Penacova – One Foot in the Grave

Did you know that Penacova translates to “One foot in the grave!”. Pe = Foot, Na = In and Cova = Grave. This got us chatting about the old 1990’s British sitcom One foot in the grave with Victor Meldrew played by Richard Wilson and his long suffering wife Margaret played by actress Annette Crosbie. We have our own names for places here in Portugal and we always call Penacova “Panic Over” and usually say it with a Northern accent, I have no idea why, I think we are going slightly bonkers in our old age (ha ha).

Locations

I am not sharing individual GPS locations as the App has all this information. I highly recommend you instal the App then you just click on each place and it brings up the map with directions, how wonderful. Gotta love technology! I remember growing up in the 80’s and helping my mum navigate in the car. We had to rely on an A-Z book and a huge paper road map that my mum always used to hold upside down then wonder why we got lost (ha ha). We didn’t view the letters in the order listed below but for the purpose of this blog post I will share the tourist attractions in this order as it starts with the Letter P and spells out the word PENACOVA.

  1. Penedo de Castro (Quartzite Boulder Viewpoint) (P)
  2. Mosteiro de Lorvão (Monastery) (E)
  3. Fornos da Cal do Casal de Santo Amaro (Ancient Ovens/Lime Kilns) (N)
  4. Mirante Emygdio da Silva also known as Emídio da Silva (Terrace/Viewpoint) (A)
  5. Praia Fluvial do Reconquinho (River Beach) (C)
  6. Moinhos de Gavinhos (Windmills) (O)
  7. Praia Fluvial do Vimieiro (River Beach) (V)
  8. Livraria do Mondego (Quartzite Rock Viewpoint – Resembles a Bookshelf) (A)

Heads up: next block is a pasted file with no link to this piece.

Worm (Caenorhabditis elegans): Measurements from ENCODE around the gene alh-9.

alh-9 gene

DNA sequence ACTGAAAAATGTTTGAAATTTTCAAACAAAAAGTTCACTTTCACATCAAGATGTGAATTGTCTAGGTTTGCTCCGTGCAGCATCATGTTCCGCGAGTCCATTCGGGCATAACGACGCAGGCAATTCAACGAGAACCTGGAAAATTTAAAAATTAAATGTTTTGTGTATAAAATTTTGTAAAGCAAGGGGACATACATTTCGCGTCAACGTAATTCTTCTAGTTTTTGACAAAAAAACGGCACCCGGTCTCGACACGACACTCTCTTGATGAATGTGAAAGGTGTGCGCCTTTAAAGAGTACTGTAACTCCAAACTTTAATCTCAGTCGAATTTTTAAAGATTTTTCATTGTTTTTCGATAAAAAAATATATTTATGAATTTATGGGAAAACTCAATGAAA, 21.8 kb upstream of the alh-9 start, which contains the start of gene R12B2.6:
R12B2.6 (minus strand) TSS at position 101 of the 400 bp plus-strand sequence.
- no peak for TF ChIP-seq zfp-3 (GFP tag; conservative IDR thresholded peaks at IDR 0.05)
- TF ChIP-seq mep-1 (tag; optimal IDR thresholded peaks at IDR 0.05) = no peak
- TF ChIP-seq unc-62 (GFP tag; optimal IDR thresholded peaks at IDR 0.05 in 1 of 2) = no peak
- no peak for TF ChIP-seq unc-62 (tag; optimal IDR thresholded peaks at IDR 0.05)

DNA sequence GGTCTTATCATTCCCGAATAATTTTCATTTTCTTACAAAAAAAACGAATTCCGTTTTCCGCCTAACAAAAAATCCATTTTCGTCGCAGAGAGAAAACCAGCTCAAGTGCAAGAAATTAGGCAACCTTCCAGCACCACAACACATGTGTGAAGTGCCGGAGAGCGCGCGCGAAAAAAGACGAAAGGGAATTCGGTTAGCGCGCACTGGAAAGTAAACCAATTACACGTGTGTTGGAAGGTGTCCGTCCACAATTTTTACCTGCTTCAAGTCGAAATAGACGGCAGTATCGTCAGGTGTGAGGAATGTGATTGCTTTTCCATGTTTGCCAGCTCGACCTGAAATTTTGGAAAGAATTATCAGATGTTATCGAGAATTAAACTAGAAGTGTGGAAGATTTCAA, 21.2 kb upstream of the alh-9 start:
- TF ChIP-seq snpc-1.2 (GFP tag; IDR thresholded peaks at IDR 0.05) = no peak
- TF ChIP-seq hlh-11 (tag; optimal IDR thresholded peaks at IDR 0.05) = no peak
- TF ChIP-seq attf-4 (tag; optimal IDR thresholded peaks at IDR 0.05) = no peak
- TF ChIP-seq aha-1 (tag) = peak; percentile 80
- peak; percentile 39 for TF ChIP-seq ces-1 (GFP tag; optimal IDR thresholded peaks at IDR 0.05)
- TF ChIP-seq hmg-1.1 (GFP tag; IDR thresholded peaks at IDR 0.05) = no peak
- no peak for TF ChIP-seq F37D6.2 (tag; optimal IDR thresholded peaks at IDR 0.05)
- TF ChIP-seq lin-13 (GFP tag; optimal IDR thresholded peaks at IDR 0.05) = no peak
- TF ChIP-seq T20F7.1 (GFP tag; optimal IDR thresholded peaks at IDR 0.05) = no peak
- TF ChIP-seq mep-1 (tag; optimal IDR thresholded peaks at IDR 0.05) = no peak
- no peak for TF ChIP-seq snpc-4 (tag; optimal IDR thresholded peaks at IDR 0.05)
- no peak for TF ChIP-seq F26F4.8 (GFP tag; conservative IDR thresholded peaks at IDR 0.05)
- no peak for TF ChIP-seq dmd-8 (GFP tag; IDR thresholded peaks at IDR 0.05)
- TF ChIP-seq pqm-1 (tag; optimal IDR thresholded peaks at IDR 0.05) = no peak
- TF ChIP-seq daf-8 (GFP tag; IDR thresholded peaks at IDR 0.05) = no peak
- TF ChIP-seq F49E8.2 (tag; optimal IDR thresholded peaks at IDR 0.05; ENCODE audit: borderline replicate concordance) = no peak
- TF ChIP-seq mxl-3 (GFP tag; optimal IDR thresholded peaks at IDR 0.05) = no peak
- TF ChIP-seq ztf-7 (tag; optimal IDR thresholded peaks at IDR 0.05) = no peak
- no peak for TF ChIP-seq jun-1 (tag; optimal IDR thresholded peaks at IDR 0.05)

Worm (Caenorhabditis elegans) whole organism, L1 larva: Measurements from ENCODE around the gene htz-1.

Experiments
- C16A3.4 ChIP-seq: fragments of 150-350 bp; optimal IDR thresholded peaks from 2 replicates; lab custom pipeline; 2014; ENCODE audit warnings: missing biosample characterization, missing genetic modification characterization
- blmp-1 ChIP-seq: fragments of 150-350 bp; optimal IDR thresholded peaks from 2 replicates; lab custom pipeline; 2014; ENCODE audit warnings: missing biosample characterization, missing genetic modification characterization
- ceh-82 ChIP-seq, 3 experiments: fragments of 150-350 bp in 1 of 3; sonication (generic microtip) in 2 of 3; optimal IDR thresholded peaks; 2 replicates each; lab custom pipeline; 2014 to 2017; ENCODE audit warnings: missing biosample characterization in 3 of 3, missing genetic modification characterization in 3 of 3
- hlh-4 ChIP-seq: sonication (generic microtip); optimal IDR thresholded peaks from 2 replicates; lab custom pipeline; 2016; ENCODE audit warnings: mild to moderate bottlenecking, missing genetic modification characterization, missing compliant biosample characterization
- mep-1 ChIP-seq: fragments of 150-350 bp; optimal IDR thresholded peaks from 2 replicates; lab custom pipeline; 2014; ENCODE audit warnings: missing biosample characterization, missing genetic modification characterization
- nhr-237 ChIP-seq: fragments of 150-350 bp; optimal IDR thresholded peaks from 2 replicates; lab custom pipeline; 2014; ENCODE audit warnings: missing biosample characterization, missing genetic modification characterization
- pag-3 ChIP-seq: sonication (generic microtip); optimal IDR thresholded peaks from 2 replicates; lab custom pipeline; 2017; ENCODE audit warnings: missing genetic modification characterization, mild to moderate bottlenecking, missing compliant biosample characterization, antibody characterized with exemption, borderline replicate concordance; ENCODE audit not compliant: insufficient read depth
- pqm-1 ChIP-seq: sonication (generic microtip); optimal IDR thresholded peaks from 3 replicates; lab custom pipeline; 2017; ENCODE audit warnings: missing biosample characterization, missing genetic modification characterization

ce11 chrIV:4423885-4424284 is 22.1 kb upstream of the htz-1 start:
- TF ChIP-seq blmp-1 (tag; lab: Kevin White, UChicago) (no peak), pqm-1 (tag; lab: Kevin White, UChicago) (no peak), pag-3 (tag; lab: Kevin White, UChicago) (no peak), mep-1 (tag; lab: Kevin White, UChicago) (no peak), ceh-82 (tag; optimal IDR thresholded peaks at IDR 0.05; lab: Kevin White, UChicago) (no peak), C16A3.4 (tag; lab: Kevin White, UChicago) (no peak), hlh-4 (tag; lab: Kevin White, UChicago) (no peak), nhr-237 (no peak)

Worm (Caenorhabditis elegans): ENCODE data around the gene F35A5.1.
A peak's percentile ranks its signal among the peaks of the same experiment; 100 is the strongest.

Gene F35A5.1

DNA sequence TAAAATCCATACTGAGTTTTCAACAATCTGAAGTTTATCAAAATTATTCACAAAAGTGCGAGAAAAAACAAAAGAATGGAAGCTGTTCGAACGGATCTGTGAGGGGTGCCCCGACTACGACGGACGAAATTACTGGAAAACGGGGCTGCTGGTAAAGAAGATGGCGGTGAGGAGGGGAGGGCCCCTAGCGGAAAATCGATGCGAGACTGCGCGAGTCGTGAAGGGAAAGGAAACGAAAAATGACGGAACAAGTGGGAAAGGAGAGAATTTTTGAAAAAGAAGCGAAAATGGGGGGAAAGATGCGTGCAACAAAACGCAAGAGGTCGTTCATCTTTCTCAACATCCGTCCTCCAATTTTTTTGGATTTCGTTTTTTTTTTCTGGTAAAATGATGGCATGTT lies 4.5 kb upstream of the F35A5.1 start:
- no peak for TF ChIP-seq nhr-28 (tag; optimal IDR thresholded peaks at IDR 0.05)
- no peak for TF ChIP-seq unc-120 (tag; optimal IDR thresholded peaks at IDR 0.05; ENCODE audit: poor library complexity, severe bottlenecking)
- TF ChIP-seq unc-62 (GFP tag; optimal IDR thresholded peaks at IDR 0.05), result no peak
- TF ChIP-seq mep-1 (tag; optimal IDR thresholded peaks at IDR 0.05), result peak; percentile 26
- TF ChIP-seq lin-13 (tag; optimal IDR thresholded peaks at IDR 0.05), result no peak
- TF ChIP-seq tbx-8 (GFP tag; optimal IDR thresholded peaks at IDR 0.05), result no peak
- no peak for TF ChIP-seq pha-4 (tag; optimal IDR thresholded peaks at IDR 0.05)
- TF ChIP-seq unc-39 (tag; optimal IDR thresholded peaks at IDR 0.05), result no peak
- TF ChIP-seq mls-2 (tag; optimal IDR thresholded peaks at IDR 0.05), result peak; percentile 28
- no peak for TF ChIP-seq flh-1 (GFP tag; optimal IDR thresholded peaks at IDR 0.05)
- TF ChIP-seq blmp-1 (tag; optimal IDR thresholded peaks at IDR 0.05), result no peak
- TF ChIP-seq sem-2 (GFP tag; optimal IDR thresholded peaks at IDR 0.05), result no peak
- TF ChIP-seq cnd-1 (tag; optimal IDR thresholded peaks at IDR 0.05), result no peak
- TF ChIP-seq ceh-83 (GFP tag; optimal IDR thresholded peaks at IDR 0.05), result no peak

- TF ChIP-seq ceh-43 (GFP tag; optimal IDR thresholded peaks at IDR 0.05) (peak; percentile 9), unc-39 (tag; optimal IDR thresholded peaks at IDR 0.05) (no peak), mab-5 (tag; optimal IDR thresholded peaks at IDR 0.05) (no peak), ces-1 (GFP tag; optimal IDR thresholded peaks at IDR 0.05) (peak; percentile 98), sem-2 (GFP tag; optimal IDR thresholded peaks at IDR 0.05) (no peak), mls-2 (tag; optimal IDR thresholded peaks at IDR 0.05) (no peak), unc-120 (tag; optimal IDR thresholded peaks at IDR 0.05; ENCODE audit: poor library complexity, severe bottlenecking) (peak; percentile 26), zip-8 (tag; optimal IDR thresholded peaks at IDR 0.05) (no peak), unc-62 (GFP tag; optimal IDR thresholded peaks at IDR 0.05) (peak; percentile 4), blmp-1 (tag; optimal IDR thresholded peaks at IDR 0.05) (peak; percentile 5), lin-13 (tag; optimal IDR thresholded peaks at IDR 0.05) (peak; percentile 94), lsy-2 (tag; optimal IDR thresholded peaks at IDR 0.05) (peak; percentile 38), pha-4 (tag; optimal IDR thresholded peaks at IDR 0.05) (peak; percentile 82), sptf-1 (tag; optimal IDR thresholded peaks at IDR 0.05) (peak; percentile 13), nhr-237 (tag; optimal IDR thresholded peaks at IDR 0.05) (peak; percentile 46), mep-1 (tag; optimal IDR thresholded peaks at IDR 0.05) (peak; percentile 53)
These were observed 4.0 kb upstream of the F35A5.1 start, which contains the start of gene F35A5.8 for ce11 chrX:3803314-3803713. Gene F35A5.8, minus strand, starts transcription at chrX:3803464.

The Name of the Game

The name of the trail “Roteiro do Arista” originates from ancient times when Penacova was visited by those looking for a break from the city life, quality fresh air to breathe and views of the village to rejuvenate and restore their minds and bodies. These seasonal folk were known as “Aristas”. More than a hundred years later, the search for good air continues to be a reality in Penacova. Leisure and nature sports are today the way to escape the routine of work, the hectic life of cities, finding here the perfect space to breathe “Pure air”. The specific altitude climate of Penacova, which was once fundamental for the healing process (in contact with nature), is today the same that attracts visitors to walk the trails, places and corners of a territory with a remarkable natural landscape heritage.

Transport Options

In my opinion the route is best undertaken by car, motorbike or cycle. It is possible to carry out the trail by train or foot if your feeling energetic but it’s a long way! If you are fit and brave enough to walk the route I would definitely split it into 2 separate trails over 2 days. Just don’t take this bus as I don’t think it will get you anywhere fast anytime soon and the lady driver on the first shift drives like a maniac (ha ha).

Penacova Passport

The only physical stamp we obtained was from the Monastery.

P.E.N.A.C.O.V.A

My Digital Passport, how cute!

Handsome Hubby